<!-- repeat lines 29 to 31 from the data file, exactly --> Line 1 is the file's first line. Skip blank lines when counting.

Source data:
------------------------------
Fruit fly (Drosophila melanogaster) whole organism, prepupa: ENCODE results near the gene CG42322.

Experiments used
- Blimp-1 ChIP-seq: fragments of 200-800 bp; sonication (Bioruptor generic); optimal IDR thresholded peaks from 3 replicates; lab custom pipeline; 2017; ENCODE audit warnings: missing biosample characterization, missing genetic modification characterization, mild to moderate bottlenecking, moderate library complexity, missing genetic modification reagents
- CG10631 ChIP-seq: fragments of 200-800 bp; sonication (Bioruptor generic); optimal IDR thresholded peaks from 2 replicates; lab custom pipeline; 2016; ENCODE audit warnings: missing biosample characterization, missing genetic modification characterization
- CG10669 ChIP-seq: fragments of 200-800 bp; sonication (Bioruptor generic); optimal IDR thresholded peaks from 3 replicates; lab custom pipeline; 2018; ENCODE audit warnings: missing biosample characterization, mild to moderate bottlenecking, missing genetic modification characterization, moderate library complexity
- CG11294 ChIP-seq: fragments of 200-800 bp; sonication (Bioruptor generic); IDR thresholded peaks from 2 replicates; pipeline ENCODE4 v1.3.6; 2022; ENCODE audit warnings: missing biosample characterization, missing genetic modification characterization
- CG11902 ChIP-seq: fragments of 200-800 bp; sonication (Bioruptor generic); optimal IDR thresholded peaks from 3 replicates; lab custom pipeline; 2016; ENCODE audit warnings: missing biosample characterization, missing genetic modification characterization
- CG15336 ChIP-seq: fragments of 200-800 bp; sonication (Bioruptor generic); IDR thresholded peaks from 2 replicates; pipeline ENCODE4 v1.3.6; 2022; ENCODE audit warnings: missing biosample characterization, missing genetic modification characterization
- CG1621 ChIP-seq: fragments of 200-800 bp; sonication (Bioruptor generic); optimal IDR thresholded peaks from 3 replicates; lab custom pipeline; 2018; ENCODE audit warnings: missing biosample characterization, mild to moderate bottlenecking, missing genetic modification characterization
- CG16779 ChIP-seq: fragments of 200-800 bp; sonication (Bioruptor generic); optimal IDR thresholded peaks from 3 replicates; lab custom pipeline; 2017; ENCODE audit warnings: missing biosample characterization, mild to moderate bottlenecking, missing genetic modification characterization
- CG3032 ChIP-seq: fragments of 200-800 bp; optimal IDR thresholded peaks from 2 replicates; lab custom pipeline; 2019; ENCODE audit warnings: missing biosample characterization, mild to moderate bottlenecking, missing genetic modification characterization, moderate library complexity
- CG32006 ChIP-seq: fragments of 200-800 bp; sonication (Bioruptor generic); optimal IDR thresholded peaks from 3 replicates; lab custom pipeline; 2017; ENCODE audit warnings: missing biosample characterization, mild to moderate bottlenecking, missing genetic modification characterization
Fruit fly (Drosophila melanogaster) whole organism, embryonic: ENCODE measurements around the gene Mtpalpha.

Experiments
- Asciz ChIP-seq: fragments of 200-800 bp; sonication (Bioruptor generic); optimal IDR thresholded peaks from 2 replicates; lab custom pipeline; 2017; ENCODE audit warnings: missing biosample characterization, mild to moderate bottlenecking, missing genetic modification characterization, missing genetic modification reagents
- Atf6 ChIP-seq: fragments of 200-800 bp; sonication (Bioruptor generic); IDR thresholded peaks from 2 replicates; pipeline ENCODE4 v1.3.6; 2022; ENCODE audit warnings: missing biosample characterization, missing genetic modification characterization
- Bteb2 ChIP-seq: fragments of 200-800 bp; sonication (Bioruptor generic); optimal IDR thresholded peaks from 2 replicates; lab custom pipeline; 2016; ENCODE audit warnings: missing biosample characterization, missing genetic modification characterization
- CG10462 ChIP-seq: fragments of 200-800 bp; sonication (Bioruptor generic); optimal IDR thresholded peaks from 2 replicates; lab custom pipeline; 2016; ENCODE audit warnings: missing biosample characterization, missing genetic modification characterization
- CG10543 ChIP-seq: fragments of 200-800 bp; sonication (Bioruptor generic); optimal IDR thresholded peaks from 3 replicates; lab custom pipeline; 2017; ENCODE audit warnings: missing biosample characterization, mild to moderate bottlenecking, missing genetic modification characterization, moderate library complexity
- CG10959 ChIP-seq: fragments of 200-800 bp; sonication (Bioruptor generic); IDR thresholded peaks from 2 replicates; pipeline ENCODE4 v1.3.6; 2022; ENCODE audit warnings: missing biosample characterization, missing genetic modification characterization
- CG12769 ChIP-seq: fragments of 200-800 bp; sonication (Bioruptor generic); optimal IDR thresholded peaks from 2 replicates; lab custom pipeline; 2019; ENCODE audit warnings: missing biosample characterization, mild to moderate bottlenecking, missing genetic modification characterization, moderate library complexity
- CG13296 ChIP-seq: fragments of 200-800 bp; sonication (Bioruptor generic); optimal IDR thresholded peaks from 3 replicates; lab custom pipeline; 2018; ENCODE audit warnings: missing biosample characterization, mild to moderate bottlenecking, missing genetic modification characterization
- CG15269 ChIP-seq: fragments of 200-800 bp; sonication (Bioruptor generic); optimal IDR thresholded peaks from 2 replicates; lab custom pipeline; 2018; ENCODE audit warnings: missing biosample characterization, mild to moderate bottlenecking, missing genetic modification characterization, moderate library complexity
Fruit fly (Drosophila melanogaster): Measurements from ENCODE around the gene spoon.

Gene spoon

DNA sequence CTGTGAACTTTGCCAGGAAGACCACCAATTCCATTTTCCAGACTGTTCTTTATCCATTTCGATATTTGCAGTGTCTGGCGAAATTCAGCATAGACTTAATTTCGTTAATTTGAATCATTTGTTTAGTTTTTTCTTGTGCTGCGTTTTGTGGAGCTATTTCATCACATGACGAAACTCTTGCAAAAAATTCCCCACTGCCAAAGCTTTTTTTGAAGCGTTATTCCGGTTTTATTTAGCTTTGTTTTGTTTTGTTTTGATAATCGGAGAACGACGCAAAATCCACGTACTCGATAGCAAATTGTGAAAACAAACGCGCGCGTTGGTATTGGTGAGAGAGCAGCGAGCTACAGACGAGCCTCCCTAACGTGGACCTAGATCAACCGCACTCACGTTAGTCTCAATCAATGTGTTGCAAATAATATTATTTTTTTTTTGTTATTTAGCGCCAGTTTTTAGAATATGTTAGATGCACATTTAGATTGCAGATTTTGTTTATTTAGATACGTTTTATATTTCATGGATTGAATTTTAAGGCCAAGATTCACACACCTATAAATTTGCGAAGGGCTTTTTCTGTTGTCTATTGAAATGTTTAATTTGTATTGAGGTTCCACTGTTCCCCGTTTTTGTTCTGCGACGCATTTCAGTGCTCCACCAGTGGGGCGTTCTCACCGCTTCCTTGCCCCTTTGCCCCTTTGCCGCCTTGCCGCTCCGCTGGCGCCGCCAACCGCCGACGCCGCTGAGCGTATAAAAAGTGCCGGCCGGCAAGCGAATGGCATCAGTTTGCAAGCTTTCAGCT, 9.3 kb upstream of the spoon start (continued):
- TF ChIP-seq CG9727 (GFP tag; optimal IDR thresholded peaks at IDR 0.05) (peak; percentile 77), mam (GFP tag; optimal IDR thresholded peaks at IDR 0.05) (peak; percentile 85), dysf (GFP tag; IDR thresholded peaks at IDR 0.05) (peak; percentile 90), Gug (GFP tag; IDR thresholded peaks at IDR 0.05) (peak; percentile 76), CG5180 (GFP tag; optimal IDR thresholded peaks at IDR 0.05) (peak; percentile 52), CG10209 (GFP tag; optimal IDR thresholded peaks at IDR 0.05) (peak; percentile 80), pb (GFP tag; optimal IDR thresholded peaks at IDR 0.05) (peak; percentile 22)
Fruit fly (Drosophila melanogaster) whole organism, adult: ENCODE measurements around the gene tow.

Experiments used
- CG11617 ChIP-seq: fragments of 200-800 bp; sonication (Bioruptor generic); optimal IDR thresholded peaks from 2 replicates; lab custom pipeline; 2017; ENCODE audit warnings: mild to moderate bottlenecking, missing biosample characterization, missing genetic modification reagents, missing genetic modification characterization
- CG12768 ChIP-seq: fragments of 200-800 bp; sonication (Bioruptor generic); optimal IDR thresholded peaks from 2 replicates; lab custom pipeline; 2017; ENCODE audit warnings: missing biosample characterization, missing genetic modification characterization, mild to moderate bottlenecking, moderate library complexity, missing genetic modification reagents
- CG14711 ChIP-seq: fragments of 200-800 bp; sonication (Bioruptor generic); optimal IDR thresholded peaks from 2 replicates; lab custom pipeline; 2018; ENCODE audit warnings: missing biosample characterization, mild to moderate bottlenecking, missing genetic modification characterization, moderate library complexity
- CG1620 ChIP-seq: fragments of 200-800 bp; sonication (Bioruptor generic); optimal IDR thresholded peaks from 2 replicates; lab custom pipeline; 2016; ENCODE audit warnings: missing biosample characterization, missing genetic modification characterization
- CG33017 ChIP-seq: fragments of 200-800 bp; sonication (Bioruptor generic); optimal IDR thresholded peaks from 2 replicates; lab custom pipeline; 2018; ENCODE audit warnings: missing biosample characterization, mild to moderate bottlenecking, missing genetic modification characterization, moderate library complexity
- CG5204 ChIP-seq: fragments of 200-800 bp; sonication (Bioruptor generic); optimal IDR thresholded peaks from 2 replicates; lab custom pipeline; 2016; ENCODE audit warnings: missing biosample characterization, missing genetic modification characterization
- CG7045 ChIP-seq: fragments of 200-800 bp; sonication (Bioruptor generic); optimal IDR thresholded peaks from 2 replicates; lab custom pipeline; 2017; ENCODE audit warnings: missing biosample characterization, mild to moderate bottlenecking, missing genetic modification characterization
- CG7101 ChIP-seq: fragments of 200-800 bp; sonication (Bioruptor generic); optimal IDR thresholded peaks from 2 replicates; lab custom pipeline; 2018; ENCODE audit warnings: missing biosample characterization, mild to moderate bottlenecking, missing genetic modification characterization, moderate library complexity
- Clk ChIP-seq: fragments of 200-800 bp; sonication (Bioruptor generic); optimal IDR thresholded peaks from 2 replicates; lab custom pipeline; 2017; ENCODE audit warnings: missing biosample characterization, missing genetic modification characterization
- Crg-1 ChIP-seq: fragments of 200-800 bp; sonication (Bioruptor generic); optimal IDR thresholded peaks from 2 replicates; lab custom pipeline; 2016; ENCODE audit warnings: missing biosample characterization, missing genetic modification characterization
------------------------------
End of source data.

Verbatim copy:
Experiments used
- CG11617 ChIP-seq: fragments of 200-800 bp; sonication (Bioruptor generic); optimal IDR thresholded peaks from 2 replicates; lab custom pipeline; 2017; ENCODE audit warnings: mild to moderate bottlenecking, missing biosample characterization, missing genetic modification reagents, missing genetic modification characterization
- CG12768 ChIP-seq: fragments of 200-800 bp; sonication (Bioruptor generic); optimal IDR thresholded peaks from 2 replicates; lab custom pipeline; 2017; ENCODE audit warnings: missing biosample characterization, missing genetic modification characterization, mild to moderate bottlenecking, moderate library complexity, missing genetic modification reagents